Up the winding stair I go
Into the heavens grey,
And though it was so long ago
It seems but yesterday.

Still on the wind the autumn air
Comes in crisp and cold,
And buried with the gravestones bare
Are secrets left untold.

Beyond the walls of gabro stone
Lie ruins of the past.
I’ve come aways to be alone–
To make this moment last.

And when the boats come into shore
I take in all the bay,
For though I’ve opened an ancient door
I’m never far away.

Muse22 © 2015 (as adapted by MAM)

Thanks.

 

Killer of the Flower Moon by David Grann (2017. Doubleday. ISBN 978-038554246)

It seems that J. Edgar Hoover didn’t screw everything up as the perennial director of the FBI. At the height of the murders (by poison, gun, beating, and explosion) of wealthy Osage Indians in the late 1920s, Hoover’s fledgling sleuths, who were not allowed to carry firearms during their normal course of duty but did in this case, were dispatched to do undercover work in Indian County in Oklahoma. What Special Investigator Tom White, a retired Texas Ranger, and his band of federal lawmen uncovered was a shocking betrayal of the Osage: a tribe of Native Americans that had the foresight to retain the mineral rights to their territory even as it was sold from under their collective feet. This forward thinking meant that the Osage, as oil was discovered and released from the Oklahoma landscape, became the 1920s equivalent of some modern day tribes that’ve hit the jackpot (pun intended) with casino gaming.

Betrayal. History. The timeless desecration of the Natives by White intruders. Murder. Mayhem. Destruction. It’s all here in this well wrought rendition of history that, for the most part, reads like a novel. And that, for those of us who like our prose expertly crafted (and not written for fourth graders ala Bill O’Reilly) is a very good thing. The only minor flaw in the book to my way of thinking is Grann’s determination to include all of the information he learned (during his exhaustive research) about the totality of the deaths, including murders never charged against the principals. The author dives into the unsolved cases and their impact on the Osage in the concluding chapters of the tale. I would have simply told the story that’s known, verifiable, and complete and leave the addendum for a magazine article or a blog entry. But this failing is but a minor distraction in an otherwise very fine read.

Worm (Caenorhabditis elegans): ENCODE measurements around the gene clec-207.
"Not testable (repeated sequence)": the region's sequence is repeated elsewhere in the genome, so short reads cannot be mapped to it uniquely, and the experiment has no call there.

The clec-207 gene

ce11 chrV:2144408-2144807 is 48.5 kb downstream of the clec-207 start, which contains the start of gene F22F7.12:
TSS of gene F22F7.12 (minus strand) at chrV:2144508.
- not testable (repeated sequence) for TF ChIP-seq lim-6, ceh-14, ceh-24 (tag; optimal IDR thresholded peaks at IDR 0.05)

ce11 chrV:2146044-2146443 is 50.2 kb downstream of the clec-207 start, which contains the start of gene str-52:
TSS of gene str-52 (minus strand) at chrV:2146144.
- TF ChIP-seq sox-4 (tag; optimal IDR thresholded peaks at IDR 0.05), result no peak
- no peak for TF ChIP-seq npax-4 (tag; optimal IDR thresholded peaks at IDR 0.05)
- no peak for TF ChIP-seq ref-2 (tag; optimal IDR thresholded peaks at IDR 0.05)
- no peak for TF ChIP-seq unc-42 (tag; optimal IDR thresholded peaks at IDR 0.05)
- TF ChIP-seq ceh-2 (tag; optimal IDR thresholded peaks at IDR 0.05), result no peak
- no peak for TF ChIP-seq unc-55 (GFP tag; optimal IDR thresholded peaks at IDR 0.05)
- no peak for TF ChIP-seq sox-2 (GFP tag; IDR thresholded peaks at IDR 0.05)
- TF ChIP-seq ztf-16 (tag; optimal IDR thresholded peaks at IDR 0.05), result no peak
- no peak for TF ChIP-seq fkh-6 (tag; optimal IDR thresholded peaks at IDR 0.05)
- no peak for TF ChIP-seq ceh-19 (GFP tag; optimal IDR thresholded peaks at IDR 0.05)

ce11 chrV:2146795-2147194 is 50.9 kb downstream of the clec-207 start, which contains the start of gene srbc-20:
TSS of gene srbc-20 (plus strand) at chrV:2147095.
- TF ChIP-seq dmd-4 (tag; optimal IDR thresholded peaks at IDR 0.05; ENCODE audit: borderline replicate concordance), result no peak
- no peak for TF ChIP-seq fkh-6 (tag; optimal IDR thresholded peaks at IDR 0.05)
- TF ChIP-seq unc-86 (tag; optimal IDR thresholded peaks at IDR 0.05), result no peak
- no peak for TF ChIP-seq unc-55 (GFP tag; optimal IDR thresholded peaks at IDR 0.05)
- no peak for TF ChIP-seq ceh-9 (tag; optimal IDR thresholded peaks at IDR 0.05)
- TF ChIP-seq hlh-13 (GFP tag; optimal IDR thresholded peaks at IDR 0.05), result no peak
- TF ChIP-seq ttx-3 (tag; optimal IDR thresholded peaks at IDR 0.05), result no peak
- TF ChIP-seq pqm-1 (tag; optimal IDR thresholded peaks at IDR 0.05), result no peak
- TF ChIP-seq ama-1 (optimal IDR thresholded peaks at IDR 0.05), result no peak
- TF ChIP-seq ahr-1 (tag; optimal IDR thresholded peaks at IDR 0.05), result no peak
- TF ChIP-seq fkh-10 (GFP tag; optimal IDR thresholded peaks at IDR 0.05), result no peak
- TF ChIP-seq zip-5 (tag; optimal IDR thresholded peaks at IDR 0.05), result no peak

4 and 1/2 stars out of 5. Non-fiction that sings like Hemingway.

Peace.

Mark

 

 

 

Between Them by Richard Ford (2017. Harper. ISBN 978-0062670342) This review refers to the audio version of the book.

I read about this memoir, really a biography of literary novelist Richard Ford’s parents, on Lit Hub. I’ve never read any Ford. Some of you snootier readers might hold that against me, looking down your noses at a supposed writer because I’ve never read one of America’s iconic literary novelists. Well, life is short. I spent a lot of my youth reading LeGuin, Tolkien, and trashy mass market paperbacks my mom had on the shelf. I’m trying to catch up by making my way through the classics and, here and there, picking up contemporary literary fiction, all the while also reading worthy nonfiction. It’s a tough job folks, but someone’s got to do it. Now, on to Ford.

He’s a fantastically gifted writer. That’s for certain. Richard Ford crafts sentences that flow like oily water over mossy stones. But his effort, to capture the essence of his father and mother, and their impact on him in this fairly short memoir just didn’t captivate me as much as I thought it would. The structure of the book, separating the major character traits and histories of Ford’s parents into their own compartmentalized biographies, while still touching on their loving and sometimes rocky relationship, just seemed too artificial to the reader (or in the case of the version I am reviewing, the listener). In addition, lives of ordinary, everyday people, while perhaps interesting sidelights when their offspring is, as here, a famous writer, if included in a memoir focusing the lens of time on the subject’s parents (a housewife and salesman) seems mundane and boring. This remained true throughout Between Them even when intrafamilial conflict was exposed and pain was expressed.